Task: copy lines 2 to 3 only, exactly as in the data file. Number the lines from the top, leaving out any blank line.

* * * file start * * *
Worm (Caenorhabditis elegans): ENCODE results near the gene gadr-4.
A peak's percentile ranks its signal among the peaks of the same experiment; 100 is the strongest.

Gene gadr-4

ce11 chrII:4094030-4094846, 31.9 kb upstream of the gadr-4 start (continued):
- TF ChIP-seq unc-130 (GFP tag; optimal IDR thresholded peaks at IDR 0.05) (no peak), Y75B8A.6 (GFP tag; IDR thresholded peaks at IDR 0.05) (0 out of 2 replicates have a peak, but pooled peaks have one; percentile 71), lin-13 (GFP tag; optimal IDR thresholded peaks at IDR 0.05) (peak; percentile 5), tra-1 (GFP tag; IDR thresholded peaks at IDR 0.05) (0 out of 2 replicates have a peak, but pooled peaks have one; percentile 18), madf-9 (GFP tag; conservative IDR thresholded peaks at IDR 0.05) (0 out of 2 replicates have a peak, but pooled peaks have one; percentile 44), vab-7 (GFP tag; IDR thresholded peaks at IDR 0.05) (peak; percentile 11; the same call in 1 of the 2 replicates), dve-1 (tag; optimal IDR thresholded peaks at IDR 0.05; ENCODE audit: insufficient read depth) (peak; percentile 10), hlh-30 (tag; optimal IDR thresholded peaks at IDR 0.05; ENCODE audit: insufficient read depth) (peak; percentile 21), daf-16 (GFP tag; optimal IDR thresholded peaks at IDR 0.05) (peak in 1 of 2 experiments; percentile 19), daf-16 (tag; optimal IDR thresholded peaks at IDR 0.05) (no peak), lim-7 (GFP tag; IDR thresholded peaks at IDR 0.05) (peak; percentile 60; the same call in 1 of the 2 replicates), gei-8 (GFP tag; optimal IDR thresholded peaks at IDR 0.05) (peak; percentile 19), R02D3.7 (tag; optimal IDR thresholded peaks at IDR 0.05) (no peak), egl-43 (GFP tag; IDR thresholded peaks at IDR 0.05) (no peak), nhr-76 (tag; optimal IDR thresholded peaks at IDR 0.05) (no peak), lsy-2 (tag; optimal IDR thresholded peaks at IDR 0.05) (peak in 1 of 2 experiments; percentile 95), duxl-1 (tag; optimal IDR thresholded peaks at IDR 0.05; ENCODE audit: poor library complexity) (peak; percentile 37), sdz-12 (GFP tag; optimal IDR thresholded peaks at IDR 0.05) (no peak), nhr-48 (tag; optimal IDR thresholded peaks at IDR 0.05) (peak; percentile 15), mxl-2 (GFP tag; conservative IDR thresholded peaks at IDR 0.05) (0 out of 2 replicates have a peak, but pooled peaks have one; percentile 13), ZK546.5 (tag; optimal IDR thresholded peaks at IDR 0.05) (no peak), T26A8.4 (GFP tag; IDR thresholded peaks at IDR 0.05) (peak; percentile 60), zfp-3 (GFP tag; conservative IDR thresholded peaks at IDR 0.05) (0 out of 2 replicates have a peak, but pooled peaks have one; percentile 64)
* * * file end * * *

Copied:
A peak's percentile ranks its signal among the peaks of the same experiment; 100 is the strongest.

Gene gadr-4